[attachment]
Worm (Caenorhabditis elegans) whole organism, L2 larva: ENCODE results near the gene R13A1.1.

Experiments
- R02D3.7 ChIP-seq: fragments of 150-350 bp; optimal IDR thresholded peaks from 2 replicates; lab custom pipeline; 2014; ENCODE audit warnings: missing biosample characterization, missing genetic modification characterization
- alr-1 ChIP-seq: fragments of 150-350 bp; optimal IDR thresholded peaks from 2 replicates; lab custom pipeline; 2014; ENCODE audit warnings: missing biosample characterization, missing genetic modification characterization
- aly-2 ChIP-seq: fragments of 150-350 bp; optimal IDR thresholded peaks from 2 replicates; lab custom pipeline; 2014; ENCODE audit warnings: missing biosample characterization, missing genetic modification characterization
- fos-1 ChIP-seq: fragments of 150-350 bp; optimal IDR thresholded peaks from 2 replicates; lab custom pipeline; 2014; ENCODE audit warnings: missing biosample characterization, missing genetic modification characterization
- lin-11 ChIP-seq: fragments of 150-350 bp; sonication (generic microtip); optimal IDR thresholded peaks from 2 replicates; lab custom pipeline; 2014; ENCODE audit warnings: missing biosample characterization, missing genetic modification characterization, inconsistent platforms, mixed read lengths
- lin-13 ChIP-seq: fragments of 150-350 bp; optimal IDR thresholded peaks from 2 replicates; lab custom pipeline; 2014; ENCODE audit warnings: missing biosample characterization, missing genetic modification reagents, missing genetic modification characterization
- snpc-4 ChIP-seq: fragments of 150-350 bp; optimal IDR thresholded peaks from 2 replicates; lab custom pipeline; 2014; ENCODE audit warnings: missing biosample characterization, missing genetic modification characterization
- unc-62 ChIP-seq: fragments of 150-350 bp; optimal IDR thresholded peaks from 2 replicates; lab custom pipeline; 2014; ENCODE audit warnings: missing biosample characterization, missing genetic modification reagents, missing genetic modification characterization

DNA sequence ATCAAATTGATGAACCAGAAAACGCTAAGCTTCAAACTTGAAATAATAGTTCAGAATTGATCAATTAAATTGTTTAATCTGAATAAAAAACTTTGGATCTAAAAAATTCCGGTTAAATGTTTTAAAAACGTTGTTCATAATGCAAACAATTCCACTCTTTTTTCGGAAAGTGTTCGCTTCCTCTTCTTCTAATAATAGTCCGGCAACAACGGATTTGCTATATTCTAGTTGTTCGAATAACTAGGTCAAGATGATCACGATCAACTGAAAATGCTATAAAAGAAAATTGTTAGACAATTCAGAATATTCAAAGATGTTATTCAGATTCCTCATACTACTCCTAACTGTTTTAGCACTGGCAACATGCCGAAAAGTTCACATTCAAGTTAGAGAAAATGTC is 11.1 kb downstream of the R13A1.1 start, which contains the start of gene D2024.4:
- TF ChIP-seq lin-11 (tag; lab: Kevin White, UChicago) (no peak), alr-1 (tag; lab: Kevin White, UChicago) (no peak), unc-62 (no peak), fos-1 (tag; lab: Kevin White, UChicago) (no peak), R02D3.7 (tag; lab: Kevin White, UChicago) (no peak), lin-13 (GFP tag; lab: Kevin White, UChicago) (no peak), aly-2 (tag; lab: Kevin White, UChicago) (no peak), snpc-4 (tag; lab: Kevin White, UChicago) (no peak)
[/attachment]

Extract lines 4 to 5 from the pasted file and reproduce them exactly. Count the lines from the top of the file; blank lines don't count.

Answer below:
- alr-1 ChIP-seq: fragments of 150-350 bp; optimal IDR thresholded peaks from 2 replicates; lab custom pipeline; 2014; ENCODE audit warnings: missing biosample characterization, missing genetic modification characterization
- aly-2 ChIP-seq: fragments of 150-350 bp; optimal IDR thresholded peaks from 2 replicates; lab custom pipeline; 2014; ENCODE audit warnings: missing biosample characterization, missing genetic modification characterization